Gender equality at every level of government benefits citizens in their communities. Female leaders help to solve local community problems and save governments money.
Pamela Antil is the assistant city administrator in Santa Barbara, California and the co-founder of the League of Women in Government. She says the gender imbalance for promotions in the public sector has gotten better with time, but we’re still a long way away from equality.
Heidi Voorhees, co-owner of GovHR USA, which is a recruiting firm for local government, agrees. Voorhees is surprised that the percentage of women in local government isn’t higher. She believes that local governments need to promote gender diversity in every way including identifying talent and developing it.
A 2018 survey by ICMA (International City Manager’s Association) reports that women are less likely to seek jobs at the top. Around 53% of women desired to be the chief administrative officer; whereas, 72% of men wanted the same position.
Women Lagging in Local Government Positions
Other studies show similar results around the lack of women employed in local government positions. The National Research Center collected data from over 20,000 local government workers in over 40 jurisdictions that showed 39% of men felt their prospects for promotion were either excellent or good as compared with only 29% of women who stated the same opinion. The same study showed that 49% of men rated their opportunities for career growth as excellent or good and only 43% of women held the same sentiment. Angelica Wedell, head of business development and communications for the National Research Center, notes that these percentages are noteworthy because women tend to answer questions about their government jobs more positively than men.
Mary Guy, a professor at the University of Colorado, authored a landmark study on gender issues in state government in 1992. While the study is not new, it showed that women who worked in K-12 education or child protective services were more likely to get advanced leadership positions than in transportation departments. She also stated that her results showed that the higher levels of state agencies placed men in director positions and women in staff support or associate director positions. In particular, women aren’t likely to get the most senior leadership positions.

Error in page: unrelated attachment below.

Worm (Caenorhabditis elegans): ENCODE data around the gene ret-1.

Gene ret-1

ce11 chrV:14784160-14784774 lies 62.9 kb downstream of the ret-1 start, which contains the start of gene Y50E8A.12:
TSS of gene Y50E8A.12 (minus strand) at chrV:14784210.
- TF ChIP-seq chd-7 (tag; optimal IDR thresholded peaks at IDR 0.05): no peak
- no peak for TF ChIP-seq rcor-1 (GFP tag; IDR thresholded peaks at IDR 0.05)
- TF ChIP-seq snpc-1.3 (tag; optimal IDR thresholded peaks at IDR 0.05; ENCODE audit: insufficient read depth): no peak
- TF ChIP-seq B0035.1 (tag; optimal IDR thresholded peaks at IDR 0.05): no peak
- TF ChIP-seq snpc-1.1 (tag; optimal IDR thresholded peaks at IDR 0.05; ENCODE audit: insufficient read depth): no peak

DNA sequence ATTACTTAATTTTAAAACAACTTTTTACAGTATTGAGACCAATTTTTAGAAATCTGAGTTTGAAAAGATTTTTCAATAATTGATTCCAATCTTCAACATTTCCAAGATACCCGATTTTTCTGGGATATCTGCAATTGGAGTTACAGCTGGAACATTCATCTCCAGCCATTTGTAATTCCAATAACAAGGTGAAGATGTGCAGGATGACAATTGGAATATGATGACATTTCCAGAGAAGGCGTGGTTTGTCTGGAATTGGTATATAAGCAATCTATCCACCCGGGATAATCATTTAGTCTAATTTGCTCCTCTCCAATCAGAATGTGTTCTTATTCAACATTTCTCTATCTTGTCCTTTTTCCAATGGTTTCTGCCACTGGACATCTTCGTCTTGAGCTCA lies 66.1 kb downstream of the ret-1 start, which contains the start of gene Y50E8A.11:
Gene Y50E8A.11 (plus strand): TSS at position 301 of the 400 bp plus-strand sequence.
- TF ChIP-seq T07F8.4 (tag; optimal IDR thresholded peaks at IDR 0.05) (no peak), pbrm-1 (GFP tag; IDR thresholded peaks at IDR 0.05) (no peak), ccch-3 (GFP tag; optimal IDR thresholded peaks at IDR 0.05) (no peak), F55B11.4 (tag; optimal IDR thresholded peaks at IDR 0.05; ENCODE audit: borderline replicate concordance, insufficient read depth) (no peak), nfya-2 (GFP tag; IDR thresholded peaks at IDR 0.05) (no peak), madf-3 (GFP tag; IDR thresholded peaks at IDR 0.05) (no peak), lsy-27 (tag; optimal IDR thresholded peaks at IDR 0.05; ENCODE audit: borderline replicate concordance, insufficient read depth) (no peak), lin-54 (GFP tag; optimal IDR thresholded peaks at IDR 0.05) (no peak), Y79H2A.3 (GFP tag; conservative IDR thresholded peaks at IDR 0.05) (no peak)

Why Are Women Not Very Prominent in Local Government?
Part of the reason that we don’t hear as much about women in local government is because state and local governments don’t tend to report the breakdown of promotions by gender.
ICMA also reports that just under 18% of chief administrative officer positions were held by women by the end of 2018, which is up from 14.4% in 2014. If we look back to the mid-1970s, we see that less than 2% of women held the position of chief administrative officer.
Pamela Antil says that women are qualified for positions in local government. They just don’t believe that they’re qualified. She notes that men will go after a position where they only meet a few of the job qualifications and women hesitate to go after positions unless they meet every qualification.
From a historical perspective, local government leadership positions have been dominated by men. City departments like police, transportation, public works, and fire departments also tend to be dominated by men employees.